Graham Warwick/WASHINGTON DC
Northrop Grumman is the leading candidate to acquire some of the eight non-core businesses that Lockheed Martin plans to sell as part of a major restructuring intended to improve its financial and operational performance.
Analysts expect Northrop Grumman to lead US bidders for the businesses, which employ 9,000 people and had sales last year of $1.8 billion. The UK's Smiths Industries has stated its interest, and British Aerospace is another likely contender. Litton, ITT, TRW and General Dynamics are also likely bidders, says Paul Nisbet of analysis company JSA Research.
The businesses earmarked for divestiture include:
• Sanders - electronic warfare and display systems;
• Control Systems - digital engine and flight controls;
• Infrared Imaging Systems - missile seekers and missile warning systems;
• Fairchild Systems - radar warning receivers and reconnaissance systems.
Lockheed Martin expects to realise at least $1 billion from the sales, which will be used to pay debts, says chief executive Vance Coffman. The divestitures "will address any lingering concerns about vertical integration", he says, referring to the reason given by the US Department of Defense for blocking the merger of Lockheed Martin with Northrop Grumman last year.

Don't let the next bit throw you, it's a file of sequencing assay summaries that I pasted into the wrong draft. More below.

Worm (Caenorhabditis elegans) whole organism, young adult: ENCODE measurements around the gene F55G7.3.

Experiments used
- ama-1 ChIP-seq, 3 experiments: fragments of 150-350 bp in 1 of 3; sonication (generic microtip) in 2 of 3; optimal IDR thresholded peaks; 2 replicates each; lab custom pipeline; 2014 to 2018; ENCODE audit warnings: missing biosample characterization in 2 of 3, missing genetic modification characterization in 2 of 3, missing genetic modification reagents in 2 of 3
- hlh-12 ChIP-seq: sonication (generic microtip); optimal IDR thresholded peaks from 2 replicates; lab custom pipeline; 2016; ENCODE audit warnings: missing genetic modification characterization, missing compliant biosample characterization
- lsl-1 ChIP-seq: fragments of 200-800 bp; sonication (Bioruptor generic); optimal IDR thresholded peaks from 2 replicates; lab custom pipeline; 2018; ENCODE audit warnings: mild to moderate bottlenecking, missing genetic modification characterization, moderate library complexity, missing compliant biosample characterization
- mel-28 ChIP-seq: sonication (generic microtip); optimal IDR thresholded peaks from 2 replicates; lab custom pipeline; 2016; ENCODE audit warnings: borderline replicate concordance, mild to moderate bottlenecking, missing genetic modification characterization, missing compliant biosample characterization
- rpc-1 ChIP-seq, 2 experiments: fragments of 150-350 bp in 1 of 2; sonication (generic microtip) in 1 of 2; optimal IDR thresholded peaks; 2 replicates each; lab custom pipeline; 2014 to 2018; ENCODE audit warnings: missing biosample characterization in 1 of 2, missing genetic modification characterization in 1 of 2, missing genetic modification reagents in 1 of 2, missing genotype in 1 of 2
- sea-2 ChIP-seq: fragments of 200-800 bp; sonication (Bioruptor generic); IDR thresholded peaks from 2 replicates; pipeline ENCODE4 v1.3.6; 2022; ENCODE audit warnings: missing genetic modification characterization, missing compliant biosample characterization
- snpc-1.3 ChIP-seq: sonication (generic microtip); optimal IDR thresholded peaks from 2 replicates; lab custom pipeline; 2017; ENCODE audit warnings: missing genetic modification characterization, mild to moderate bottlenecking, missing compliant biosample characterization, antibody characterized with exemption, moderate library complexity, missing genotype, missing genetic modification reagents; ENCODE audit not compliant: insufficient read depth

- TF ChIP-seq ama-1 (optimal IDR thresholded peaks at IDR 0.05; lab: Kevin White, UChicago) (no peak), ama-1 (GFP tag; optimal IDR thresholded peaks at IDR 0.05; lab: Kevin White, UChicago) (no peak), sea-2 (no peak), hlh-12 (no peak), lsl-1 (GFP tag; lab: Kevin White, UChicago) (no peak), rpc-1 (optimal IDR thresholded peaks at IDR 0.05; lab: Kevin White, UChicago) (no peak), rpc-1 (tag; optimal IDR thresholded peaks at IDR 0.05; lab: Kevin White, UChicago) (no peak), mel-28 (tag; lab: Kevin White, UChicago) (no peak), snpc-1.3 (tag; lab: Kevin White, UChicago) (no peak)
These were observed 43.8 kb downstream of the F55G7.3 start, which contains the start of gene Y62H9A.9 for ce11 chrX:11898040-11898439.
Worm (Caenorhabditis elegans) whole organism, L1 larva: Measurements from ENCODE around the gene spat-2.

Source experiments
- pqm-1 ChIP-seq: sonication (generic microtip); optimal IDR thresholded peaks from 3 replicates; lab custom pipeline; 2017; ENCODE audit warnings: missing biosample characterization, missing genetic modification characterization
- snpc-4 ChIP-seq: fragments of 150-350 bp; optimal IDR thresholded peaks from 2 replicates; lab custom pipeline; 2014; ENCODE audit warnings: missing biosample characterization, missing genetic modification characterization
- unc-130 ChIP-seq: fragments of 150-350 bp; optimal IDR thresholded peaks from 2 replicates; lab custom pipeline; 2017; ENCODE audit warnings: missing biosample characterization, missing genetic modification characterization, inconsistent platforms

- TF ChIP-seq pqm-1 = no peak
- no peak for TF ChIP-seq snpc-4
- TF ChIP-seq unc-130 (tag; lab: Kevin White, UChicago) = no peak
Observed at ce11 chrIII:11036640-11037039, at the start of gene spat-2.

The sell-off is part of a plan to revitalise Lockheed Martin, which includes streamlining the organisation to enable senior management to focus on core businesses.
An organisational layer has been eliminated by reducing the previous five sectors to four business areas, representing more than $23 billion of the company's $26 billion in sales last year. The business areas, reporting directly to Lockheed Martin president Peter Teets, are Aeronautical Systems, Space Systems, Systems Integration and Technology Services.
The company is also to seek strategic partnerships, joint ventures, or outside investors for certain business units with high growth potential.
These units serve the commercial information technology and government services and have combined sales of around $2 billion.
Lockheed Martin Global Telecommunications, which acquired an initial 49% stake in Comsat last month, will remain a separate subsidiary, while efforts to find a strategic partner continue. "The business rationale for the acquisition of Comsat remains intact," says Coffman.
The restructuring is the result of a three-month strategic review. Nisbet believes the mix of financial and operational problems that prompted the review were unique to Lockheed Martin and resulted from poor integration of the 30-40 businesses brought together by the mergers and acquisitions that formed the company.
Nisbet highlights as a positive move Coffman's decision to name a new chief financial officer.
Source: Flight International